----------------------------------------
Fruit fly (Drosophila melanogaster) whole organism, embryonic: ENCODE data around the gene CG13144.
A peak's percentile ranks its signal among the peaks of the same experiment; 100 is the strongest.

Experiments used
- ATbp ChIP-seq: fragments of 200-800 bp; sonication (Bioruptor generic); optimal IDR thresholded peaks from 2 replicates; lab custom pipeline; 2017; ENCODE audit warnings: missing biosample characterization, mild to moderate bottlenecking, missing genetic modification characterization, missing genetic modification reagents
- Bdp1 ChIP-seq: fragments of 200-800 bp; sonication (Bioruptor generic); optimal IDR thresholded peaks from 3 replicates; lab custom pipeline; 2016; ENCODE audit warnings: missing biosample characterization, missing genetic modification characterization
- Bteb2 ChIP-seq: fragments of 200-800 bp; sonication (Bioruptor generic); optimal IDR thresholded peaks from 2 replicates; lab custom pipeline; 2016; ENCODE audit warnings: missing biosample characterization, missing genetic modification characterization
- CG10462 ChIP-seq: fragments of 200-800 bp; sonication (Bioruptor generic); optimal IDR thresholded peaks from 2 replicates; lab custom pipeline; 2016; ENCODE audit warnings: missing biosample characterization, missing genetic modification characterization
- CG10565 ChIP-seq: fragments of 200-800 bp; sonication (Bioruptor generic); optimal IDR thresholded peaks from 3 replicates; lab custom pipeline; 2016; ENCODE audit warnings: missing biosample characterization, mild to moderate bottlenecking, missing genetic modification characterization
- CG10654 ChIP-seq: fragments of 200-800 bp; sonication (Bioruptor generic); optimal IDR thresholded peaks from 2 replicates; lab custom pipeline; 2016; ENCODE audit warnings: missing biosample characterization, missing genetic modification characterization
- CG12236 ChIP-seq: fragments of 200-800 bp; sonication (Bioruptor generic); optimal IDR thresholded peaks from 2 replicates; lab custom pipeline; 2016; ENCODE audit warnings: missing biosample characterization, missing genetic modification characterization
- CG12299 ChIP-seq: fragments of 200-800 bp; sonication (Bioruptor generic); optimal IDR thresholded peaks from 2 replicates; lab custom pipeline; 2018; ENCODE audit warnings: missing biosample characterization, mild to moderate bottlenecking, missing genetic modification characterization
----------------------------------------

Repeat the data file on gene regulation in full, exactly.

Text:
Fruit fly (Drosophila melanogaster) whole organism, embryonic: ENCODE data around the gene CG13144.
A peak's percentile ranks its signal among the peaks of the same experiment; 100 is the strongest.

Experiments used
- ATbp ChIP-seq: fragments of 200-800 bp; sonication (Bioruptor generic); optimal IDR thresholded peaks from 2 replicates; lab custom pipeline; 2017; ENCODE audit warnings: missing biosample characterization, mild to moderate bottlenecking, missing genetic modification characterization, missing genetic modification reagents
- Bdp1 ChIP-seq: fragments of 200-800 bp; sonication (Bioruptor generic); optimal IDR thresholded peaks from 3 replicates; lab custom pipeline; 2016; ENCODE audit warnings: missing biosample characterization, missing genetic modification characterization
- Bteb2 ChIP-seq: fragments of 200-800 bp; sonication (Bioruptor generic); optimal IDR thresholded peaks from 2 replicates; lab custom pipeline; 2016; ENCODE audit warnings: missing biosample characterization, missing genetic modification characterization
- CG10462 ChIP-seq: fragments of 200-800 bp; sonication (Bioruptor generic); optimal IDR thresholded peaks from 2 replicates; lab custom pipeline; 2016; ENCODE audit warnings: missing biosample characterization, missing genetic modification characterization
- CG10565 ChIP-seq: fragments of 200-800 bp; sonication (Bioruptor generic); optimal IDR thresholded peaks from 3 replicates; lab custom pipeline; 2016; ENCODE audit warnings: missing biosample characterization, mild to moderate bottlenecking, missing genetic modification characterization
- CG10654 ChIP-seq: fragments of 200-800 bp; sonication (Bioruptor generic); optimal IDR thresholded peaks from 2 replicates; lab custom pipeline; 2016; ENCODE audit warnings: missing biosample characterization, missing genetic modification characterization
- CG12236 ChIP-seq: fragments of 200-800 bp; sonication (Bioruptor generic); optimal IDR thresholded peaks from 2 replicates; lab custom pipeline; 2016; ENCODE audit warnings: missing biosample characterization, missing genetic modification characterization
- CG12299 ChIP-seq: fragments of 200-800 bp; sonication (Bioruptor generic); optimal IDR thresholded peaks from 2 replicates; lab custom pipeline; 2018; ENCODE audit warnings: missing biosample characterization, mild to moderate bottlenecking, missing genetic modification characterization